Tuesday, May 28, 2013

M.R. Tain Author Interview + Giveaway

M.R. Tain Author Interview + Giveaway

M.R. Tain is the May, Minnesota Author in the Spotlight here on Booksnob and his YA book, This Isn't Normal, is really introspective.  I decided to ask M.R. Tain some questions about what inspires him and how he finds time to write as well as other important tidbits.  Read on to find out more about M.R. and his books.

Welcome M.R. Tain,

1.     Tell us a little bit about yourself?

I was born in 1958, and grew up in a small town in Iowa.  I attended grade school in the sixties, and junior high and high school in the seventies.  I had two older brothers who attended high school in the sixties.  I started writing puppet shows in the eighties, then some TV programs on public access TV (some of which involved puppets), and in 2005, I started writing for the Community Voices column in the Savage Pacer after noticing that I was writing an awful lot of letters to the editor.  I figured I should have one chance to sound off every twelve weeks and keep quiet the rest of the time.  It was also in 2005 that I decided to try writing a novel, which became “This isn’t Normal.”

2.    What is the inspiration behind your story “This Isn’t Normal”?

I experienced culture shock when our sons told us what it was like in high school.  I decided to write a story to build a bridge between generations.  I chose my older brothers’ high school years because the difference between 1965 and 2005 was more pronounced than if I’d written about my own experience in the seventies.

3.     Usually an author puts some of his own life experiences in the book.  Did you do that?  Do you have anything in common with your characters?

Absolutely!  Karla’s grandfather is based on how I would have reacted to the circumstances around Karla’s life had I been in his shoes.  Also, Dave Baker’s father, Joe Baker, is basically me.  A story I attribute to the character of Paul Baker, “My Adventures in Outer Space,” is taken directly from an unpublished work I wrote just for my own amusement.

4.    Why did you decide to become a writer?

Aside from the reasons I stated in question 2, my wife has always been a writer.  She made writing interesting to me.  I thought, “This is going to be a novel, a short story, or a total flop.  I may as well try and see what happens.”  We were both quite surprised when I published first.

5.    Do you like to read?  What are some of your favorite books and authors?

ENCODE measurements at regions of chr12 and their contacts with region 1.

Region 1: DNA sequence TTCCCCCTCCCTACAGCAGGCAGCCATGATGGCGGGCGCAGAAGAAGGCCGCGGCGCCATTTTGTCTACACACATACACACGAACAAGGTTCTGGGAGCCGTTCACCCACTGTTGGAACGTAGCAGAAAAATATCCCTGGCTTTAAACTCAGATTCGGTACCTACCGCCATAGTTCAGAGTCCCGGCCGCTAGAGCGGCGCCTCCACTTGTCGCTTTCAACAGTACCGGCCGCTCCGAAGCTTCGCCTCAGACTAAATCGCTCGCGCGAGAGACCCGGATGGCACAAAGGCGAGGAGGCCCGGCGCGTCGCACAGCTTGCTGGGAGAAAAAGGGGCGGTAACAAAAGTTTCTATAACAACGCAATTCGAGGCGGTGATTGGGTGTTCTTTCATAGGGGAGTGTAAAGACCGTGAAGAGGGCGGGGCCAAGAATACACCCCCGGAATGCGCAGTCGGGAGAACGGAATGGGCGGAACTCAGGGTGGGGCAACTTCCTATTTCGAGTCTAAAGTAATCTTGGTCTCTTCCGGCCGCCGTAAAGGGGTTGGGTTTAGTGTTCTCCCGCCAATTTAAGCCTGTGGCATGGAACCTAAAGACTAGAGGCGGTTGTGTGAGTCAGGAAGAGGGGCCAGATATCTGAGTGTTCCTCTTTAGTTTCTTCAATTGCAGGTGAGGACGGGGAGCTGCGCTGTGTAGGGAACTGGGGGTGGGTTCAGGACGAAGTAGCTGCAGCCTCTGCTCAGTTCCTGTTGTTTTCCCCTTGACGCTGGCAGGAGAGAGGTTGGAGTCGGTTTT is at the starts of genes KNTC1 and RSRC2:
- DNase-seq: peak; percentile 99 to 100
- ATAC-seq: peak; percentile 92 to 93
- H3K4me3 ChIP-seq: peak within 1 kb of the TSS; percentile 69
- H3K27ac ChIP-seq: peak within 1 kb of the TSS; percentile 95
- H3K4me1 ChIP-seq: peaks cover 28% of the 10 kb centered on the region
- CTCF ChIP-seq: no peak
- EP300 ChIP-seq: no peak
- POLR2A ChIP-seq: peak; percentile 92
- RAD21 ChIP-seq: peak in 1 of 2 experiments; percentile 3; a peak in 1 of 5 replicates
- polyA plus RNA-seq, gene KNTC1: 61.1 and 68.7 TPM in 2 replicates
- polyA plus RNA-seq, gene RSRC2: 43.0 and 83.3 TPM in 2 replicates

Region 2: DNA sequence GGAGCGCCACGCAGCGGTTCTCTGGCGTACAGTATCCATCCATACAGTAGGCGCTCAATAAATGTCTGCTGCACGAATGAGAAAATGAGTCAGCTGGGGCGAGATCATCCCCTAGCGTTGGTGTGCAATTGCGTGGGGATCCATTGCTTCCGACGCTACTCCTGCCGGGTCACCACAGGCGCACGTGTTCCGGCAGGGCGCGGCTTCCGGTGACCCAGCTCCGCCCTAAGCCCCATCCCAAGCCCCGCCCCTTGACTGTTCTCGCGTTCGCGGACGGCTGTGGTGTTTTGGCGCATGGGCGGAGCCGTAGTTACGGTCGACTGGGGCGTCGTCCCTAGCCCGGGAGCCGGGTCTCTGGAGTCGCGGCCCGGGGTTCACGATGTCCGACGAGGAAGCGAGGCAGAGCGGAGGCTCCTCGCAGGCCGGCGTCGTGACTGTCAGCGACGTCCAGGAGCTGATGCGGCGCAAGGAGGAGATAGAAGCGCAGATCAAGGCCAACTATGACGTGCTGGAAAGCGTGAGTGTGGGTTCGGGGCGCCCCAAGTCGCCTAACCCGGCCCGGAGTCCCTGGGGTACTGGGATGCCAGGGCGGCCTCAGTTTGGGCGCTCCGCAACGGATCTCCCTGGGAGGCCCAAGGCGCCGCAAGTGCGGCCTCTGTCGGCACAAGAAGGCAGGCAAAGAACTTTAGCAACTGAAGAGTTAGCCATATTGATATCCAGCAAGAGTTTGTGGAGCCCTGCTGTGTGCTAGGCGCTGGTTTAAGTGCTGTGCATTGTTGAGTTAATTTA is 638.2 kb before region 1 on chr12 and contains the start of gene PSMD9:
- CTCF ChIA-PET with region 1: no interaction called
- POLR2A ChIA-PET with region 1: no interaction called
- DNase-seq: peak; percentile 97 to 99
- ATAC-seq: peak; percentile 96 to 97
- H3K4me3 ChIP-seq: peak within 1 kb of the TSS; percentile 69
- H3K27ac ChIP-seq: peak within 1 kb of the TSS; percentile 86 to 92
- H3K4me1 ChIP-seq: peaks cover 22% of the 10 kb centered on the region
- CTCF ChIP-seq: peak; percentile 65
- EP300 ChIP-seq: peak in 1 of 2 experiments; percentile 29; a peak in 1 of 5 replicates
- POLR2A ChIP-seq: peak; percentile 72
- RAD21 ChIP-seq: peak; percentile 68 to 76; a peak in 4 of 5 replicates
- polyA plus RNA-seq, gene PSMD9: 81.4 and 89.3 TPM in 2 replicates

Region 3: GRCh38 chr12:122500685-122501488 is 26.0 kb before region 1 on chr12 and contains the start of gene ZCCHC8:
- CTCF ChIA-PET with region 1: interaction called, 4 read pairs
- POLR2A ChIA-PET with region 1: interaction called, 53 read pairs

“Hitchhiker’s Guide to the Galaxy” by Douglas Adams,
“This Present Darkness” and “Piercing the Darkness” by Frank Peretti,
C.S. Lewis’s space trilogy, “Out of the Silent Planet,” “Perelandra,” and “That Hideous Strength.”
“The Screwtape Letters” by C. S. Lewis.

6.    What are some of the issues that you feel are integral to your book?

Issues involving love and sex; the relationship between the two, and the differences between them.

7.    What is the most important lesson/idea you want readers to take away from This Isn’t Normal?

That teens and young adults should question the social norms that have been presented to them today.  I present a contrast over the period of forty years and invite young people to evaluate for themselves, what they believe to be a “normal” lifestyle.

8.    How do you carve time out of your busy day to write?

The best time to do it is when my day job gets slow.  Other than that, I discipline myself to at least turn
on my computer and look at it nearly every day.

9.    Tell us about your second book, Peace, Man?

“Peace, Man,” is a sequel of sorts to “This isn’t Normal.”  It takes place two years later on a college campus.  The protagonist is male, but Karla returns to play an important role in his story.

10.    Are you currently working on a third novel?  Can you tell us a little bit about it?

My third novel is currently called, “For the Children.”  No characters experience time-travel this time, but the reader is conveyed to the year 2023.  The story is about both protagonists from each of the first two books, and as the title suggests, involves the lives of their children.

11.    Tell us in one sentence why we should read This Isn’t Normal?

The culture clash of time travel gets pretty amusing, and I believe it can broaden one’s understanding of other generations and their cultures.

Thanks Martin!

If you would like to win a copy of M.R. Tain's book This Isn't Normal please click here:  This Isn't Normal Giveaway